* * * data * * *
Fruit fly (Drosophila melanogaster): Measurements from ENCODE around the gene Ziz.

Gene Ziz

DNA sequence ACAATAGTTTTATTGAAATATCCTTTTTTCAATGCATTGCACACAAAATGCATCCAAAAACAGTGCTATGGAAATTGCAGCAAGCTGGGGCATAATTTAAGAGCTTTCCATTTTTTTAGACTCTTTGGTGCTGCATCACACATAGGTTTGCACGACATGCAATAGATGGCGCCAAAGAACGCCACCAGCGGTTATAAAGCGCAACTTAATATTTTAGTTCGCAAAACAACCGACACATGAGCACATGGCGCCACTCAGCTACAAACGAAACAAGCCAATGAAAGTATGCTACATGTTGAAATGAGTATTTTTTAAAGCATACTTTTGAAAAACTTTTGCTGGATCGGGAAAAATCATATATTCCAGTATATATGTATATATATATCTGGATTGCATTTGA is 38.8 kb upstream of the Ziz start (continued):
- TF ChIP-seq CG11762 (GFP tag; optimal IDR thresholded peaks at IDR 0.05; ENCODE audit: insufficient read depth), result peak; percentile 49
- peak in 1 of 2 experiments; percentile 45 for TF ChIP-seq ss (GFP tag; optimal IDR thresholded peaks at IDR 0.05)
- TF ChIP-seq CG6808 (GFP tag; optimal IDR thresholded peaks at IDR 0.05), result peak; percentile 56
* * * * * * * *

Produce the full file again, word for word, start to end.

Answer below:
Fruit fly (Drosophila melanogaster): Measurements from ENCODE around the gene Ziz.

Gene Ziz

DNA sequence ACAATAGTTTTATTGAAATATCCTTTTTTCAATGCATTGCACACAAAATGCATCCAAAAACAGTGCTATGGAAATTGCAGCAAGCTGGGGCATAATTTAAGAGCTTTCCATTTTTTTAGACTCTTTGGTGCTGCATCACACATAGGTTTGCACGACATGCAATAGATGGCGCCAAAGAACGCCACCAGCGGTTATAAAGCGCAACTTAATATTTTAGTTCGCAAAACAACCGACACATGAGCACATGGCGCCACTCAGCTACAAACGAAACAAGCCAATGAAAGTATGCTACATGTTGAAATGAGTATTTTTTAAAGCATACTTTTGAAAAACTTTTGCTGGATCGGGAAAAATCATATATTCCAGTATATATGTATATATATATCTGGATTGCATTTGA is 38.8 kb upstream of the Ziz start (continued):
- TF ChIP-seq CG11762 (GFP tag; optimal IDR thresholded peaks at IDR 0.05; ENCODE audit: insufficient read depth), result peak; percentile 49
- peak in 1 of 2 experiments; percentile 45 for TF ChIP-seq ss (GFP tag; optimal IDR thresholded peaks at IDR 0.05)
- TF ChIP-seq CG6808 (GFP tag; optimal IDR thresholded peaks at IDR 0.05), result peak; percentile 56